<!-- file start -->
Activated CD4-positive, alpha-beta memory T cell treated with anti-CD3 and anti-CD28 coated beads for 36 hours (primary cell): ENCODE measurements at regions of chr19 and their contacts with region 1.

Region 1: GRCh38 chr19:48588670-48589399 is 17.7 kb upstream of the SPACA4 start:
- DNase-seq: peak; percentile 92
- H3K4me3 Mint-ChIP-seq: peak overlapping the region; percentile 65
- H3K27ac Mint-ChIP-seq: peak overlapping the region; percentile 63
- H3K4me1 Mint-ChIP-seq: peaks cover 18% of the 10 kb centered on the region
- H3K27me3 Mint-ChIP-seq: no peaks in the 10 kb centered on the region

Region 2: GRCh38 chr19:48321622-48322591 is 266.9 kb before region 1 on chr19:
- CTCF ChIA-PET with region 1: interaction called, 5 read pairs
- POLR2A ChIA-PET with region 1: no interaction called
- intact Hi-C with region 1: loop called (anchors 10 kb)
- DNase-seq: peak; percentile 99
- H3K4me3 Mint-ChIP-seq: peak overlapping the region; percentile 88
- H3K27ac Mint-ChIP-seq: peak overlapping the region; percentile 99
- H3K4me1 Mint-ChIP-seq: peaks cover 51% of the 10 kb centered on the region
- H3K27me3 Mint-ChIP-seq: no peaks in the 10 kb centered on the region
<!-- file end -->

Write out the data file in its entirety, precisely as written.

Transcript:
Activated CD4-positive, alpha-beta memory T cell treated with anti-CD3 and anti-CD28 coated beads for 36 hours (primary cell): ENCODE measurements at regions of chr19 and their contacts with region 1.

Region 1: GRCh38 chr19:48588670-48589399 is 17.7 kb upstream of the SPACA4 start:
- DNase-seq: peak; percentile 92
- H3K4me3 Mint-ChIP-seq: peak overlapping the region; percentile 65
- H3K27ac Mint-ChIP-seq: peak overlapping the region; percentile 63
- H3K4me1 Mint-ChIP-seq: peaks cover 18% of the 10 kb centered on the region
- H3K27me3 Mint-ChIP-seq: no peaks in the 10 kb centered on the region

Region 2: GRCh38 chr19:48321622-48322591 is 266.9 kb before region 1 on chr19:
- CTCF ChIA-PET with region 1: interaction called, 5 read pairs
- POLR2A ChIA-PET with region 1: no interaction called
- intact Hi-C with region 1: loop called (anchors 10 kb)
- DNase-seq: peak; percentile 99
- H3K4me3 Mint-ChIP-seq: peak overlapping the region; percentile 88
- H3K27ac Mint-ChIP-seq: peak overlapping the region; percentile 99
- H3K4me1 Mint-ChIP-seq: peaks cover 51% of the 10 kb centered on the region
- H3K27me3 Mint-ChIP-seq: no peaks in the 10 kb centered on the region